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Ying Li, Xiao-Li Hu, Robert N. Trigiano, Herbert Aldwinckle and Zong-Ming (Max) Cheng

Apple blotch caused by Alternaria alternata apple pathotype is a severe disease of apple (Malus ×domestica Borkh) occurring throughout the world, especially in eastern Asia. Phenotypic and genetic information about resistance/susceptibility of apple germplasm to this disease will be extremely valuable for selecting and developing new disease resistant cultivars. In this study, 110 apple cultivars obtained from the USDA apple germplasm in Geneva, NY, were evaluated for their resistance/susceptibility to apple blotch by field surveys, and inoculation of detached leaves with a suspension of germinated conidia of A. alternata apple pathotype. Disease incidence were different among the cultivars and categorized into resistant (R), moderately resistant (MR), or susceptible (S). Two molecular markers, S428, a random amplified polymorphic DNA (RAPD) marker associated with disease resistance, and a simple sequence repeat (SSR or microsatellite) marker CH05g07, linked to susceptibility were used to correlate the phenotypes expressed in field surveys and laboratory inoculations. The detection using either the S428 marker or the CH05g07 marker in 50 common breeding cultivars was consistent with R or S traits except for ‘Bisbee’ and ‘Priscilla’. These two cultivars were MR to apple blotch through phenotyping. However, SSR markers were detected, but RAPD markers were not and therefore were considered susceptible. Combined with the record of resistance to fire blight from Germplasm Resources Information Network (GRIN), ‘Dayton’, ‘Mildew Immune Seedling’, ‘Puregold’, and ‘Pumpkin Sweet’ were highly resistant to both diseases and considered as the best choices of parents for stacking resistance to multiple diseases in breeding program.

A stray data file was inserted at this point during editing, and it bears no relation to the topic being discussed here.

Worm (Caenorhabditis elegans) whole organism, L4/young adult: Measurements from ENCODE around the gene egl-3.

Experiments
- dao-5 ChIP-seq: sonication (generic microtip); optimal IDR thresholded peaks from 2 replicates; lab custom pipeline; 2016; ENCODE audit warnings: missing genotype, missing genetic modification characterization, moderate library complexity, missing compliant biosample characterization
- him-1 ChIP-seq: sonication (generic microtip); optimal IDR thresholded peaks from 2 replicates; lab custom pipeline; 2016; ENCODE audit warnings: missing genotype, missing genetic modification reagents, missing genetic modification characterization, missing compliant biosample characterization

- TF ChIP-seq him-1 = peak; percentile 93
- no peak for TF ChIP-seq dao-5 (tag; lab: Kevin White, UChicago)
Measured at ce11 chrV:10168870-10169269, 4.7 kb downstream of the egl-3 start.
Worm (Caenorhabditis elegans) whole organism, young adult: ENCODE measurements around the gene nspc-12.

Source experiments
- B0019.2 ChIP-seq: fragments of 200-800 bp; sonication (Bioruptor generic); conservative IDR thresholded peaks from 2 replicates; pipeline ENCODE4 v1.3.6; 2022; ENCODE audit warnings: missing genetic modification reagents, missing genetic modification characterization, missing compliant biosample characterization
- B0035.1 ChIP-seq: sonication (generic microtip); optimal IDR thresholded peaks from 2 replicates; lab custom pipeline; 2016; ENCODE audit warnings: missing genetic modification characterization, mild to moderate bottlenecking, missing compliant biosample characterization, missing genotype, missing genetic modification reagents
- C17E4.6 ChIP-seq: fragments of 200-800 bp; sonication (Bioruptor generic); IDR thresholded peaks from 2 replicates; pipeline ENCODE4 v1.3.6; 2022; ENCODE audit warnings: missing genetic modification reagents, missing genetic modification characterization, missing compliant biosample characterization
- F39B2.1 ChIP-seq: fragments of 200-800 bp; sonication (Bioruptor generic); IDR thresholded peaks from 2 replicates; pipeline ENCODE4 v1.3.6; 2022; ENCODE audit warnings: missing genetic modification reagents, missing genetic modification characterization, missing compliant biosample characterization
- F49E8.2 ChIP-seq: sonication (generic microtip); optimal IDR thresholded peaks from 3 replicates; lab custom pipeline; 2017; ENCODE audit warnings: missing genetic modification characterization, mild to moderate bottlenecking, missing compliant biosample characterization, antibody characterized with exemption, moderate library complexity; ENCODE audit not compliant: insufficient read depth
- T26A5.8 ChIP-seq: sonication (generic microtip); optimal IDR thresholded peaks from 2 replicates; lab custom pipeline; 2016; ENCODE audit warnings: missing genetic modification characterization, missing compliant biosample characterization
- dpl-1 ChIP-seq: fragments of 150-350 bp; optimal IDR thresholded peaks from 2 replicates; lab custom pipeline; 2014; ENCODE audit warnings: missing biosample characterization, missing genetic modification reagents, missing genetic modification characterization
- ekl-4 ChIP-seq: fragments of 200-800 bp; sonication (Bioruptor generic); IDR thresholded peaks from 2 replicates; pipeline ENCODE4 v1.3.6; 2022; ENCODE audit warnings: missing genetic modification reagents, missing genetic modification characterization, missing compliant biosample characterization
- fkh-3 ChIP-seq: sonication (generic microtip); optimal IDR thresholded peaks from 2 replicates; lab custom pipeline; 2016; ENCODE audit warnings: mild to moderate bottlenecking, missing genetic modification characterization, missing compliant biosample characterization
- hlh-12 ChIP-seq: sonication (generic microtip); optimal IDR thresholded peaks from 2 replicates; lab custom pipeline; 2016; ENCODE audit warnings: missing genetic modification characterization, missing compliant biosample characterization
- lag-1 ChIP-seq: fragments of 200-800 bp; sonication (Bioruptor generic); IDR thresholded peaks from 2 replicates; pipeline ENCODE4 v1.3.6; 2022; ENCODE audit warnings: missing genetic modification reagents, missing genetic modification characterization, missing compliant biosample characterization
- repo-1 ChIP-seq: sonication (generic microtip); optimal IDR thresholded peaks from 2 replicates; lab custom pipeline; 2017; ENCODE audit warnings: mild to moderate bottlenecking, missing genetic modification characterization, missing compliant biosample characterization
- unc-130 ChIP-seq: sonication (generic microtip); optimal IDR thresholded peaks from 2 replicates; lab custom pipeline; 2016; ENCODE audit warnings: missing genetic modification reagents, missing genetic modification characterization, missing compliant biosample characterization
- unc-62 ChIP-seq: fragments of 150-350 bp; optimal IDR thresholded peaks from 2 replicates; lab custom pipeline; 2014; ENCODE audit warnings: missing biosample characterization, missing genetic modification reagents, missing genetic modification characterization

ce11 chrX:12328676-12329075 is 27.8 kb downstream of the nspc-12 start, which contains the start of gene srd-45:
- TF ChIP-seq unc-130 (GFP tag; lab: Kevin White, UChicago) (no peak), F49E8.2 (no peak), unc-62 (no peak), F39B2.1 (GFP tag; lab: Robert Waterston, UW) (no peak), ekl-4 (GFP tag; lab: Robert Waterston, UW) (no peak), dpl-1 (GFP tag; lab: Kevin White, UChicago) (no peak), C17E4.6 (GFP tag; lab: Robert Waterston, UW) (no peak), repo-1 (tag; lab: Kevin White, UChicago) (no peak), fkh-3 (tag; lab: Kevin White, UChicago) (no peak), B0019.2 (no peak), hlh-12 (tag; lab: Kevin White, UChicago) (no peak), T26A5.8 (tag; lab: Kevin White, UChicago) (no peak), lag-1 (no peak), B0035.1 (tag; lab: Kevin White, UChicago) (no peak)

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Ting Zhou, Hao Jiang, Donglin Zhang, Junjun Fan, Long Zhang, Guibin Wang, Wangxiang Zhang and Fuliang Cao

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Shao-chang Qin, Juan-ling Li, Abdul Kareem and Yong Wang